Jim DeMint uses win to tout ‘earthquake election’
By Liv Osby, staff writer, Greenville News
Published November 3, 2010, 2:16 AM
U.S. Senator Jim DeMint has won a second term, handily defeating Democrat Alvin Greene and Green Party candidate Tom Clements. The Associated Press called the race shortly after the polls closed at 7 p.m.
“They’ve already called several races. They called mine before the numbers came in,” DeMint said to cheering supporters who waved tiny American flags at the Westin Poinsett Hotel in his hometown of Greenville less than an hour after the polls closed.
With 89 percent of the precincts reporting, Republican DeMint had 63 percent of the votes.Greene, an unknown unemployed veteran who shocked the state by winning the Democratic Primary and was later indicted by a Richland County grand jury on obscenity charges, took 27 percent of the vote. He could not be reached for comment.
Clements, Southeast coordinator for Friends of the Earth and a public interest watchdog at the Department of Energy’s Savannah River Site, garnered 9 percent of the votes. He attributed his low numbers to the straight-party ticket voting system.
“I think a lot of Democrats voted straight party ticket without analyzing the ticket,” he said. “I heard from a lot of people that they voted for me.”Clements said DeMint’s early victory speech reflected “his arrogant attitude.”“One of the main concerns I’ve heard is that he took the voters for granted,” he said. “I think people will regret returning him to the Senate because he’s not representing South Carolina based on my experience campaigning across the state.”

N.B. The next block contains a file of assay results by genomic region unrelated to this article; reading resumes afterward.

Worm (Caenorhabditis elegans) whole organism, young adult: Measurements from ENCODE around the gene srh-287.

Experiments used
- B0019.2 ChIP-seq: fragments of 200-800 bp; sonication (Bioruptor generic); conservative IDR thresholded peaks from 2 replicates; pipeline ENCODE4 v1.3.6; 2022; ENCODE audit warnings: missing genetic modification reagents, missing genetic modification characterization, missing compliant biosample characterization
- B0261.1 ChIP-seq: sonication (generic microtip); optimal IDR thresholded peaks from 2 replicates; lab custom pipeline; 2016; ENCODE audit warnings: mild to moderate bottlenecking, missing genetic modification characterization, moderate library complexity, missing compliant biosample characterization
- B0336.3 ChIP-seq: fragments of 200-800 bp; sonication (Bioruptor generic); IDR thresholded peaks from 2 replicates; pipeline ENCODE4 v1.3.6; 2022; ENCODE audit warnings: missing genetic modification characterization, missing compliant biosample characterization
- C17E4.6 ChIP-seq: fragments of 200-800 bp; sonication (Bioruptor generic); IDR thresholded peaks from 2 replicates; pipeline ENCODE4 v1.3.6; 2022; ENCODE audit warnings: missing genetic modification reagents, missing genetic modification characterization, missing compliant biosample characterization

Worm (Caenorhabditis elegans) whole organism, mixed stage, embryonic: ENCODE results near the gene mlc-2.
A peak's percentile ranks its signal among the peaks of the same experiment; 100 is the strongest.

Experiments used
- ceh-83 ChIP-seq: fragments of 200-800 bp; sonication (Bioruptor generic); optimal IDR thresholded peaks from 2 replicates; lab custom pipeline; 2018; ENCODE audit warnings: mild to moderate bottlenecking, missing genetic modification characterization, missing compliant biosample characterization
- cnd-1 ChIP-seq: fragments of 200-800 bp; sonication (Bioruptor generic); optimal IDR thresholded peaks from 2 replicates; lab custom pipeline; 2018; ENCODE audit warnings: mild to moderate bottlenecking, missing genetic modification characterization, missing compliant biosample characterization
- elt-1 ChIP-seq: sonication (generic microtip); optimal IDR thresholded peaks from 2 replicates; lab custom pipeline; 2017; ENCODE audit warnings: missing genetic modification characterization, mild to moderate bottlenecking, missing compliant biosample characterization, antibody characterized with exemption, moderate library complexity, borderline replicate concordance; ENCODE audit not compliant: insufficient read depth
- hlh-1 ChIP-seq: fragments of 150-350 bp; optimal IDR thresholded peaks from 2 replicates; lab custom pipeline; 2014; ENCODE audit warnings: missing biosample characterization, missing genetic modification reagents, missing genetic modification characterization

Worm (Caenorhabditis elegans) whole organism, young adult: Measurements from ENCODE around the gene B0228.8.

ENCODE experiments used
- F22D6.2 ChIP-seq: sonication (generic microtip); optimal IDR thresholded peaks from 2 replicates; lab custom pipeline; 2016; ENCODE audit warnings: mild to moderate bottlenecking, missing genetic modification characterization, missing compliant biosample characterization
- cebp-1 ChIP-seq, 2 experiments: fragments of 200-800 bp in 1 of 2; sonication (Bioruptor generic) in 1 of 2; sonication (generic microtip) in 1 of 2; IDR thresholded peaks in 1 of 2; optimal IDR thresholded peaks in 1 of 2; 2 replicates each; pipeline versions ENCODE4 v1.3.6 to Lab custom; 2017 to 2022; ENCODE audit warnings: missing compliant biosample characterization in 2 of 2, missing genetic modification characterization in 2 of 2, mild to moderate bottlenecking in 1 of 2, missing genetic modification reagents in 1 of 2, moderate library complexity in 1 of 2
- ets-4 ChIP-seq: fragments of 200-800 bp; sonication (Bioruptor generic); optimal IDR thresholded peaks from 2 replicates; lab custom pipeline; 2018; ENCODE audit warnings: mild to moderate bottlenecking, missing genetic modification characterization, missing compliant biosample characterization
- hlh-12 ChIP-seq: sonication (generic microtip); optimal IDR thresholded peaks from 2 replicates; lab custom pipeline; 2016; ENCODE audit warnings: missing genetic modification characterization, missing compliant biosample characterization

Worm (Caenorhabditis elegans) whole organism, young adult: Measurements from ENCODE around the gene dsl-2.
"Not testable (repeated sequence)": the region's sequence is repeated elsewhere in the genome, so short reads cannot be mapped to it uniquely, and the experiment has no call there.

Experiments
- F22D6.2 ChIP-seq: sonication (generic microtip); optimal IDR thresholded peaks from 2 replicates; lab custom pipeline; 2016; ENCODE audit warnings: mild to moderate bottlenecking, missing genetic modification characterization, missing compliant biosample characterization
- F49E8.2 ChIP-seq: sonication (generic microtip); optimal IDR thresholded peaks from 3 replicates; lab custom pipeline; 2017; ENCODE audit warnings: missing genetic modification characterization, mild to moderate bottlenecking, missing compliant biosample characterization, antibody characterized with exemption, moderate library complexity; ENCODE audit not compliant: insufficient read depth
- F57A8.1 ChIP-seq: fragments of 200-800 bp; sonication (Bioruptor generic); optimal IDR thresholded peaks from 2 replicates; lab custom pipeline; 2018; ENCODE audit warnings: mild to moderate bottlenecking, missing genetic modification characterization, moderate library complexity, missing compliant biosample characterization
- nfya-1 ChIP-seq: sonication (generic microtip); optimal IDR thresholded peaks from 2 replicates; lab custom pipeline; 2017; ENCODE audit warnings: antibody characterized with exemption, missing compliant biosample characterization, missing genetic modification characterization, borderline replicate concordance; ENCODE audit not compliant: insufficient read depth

DeMint, who served three terms as 4th District Representative before being elected to the Senate in 2004, ran on a conservative agenda that included cutting the federal deficit, smaller government and repealing the new health reform law.He predicted that his win would be part of a wave of Republican victories across the country.“
I don’t know that we’re going to win them all,” he said. “But I can almost feel the ground shaking, because there’s an earthquake election going on all over this country.”
DeMint said it was Republicans’ failures in recent years, as well as the Democrats, that stirred voter enthusiasm.“When we had the majority and the White House, we spent too much, blew up the earmarks, didn’t do what we said we were going to do,” he said.“By the end of the night, we will not just see a Republican majority in the House, but a new Republican — Republicans committed to doing what they say. And if they don’t do what they say this time, not only are they out, but the Republican Party is dead and it should be.”
In the coming days, DeMint said he’s willing to work with anyone in Washington “whose guide is the constitution and limited government.“But I’m not going to compromise,” he said. “If we can debate how many government programs to cut, how much to lower the debt, then I can work with you.”